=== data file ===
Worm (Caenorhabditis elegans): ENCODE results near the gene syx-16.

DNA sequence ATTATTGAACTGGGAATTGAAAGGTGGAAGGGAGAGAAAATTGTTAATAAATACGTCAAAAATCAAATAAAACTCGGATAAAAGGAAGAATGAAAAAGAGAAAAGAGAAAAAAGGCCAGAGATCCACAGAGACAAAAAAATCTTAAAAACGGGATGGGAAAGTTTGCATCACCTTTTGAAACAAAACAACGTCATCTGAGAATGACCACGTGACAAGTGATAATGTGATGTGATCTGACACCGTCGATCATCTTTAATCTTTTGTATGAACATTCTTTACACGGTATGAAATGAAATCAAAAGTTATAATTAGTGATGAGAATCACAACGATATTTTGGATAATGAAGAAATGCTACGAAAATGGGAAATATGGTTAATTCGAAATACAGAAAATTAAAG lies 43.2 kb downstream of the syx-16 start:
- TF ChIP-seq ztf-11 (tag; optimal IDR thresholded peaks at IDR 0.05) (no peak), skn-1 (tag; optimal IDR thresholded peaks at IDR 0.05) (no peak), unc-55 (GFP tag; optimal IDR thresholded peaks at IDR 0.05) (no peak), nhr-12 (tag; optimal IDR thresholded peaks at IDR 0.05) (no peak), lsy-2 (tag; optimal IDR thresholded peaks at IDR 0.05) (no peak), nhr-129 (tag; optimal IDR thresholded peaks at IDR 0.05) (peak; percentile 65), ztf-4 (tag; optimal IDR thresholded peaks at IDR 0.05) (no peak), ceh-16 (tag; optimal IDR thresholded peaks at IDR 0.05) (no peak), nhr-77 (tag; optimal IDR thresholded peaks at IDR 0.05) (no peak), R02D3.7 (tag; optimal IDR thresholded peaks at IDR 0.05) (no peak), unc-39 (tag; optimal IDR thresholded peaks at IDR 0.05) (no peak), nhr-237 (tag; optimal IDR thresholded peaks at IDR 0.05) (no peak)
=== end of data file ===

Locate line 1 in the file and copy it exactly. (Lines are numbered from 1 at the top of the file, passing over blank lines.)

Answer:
Worm (Caenorhabditis elegans): ENCODE results near the gene syx-16.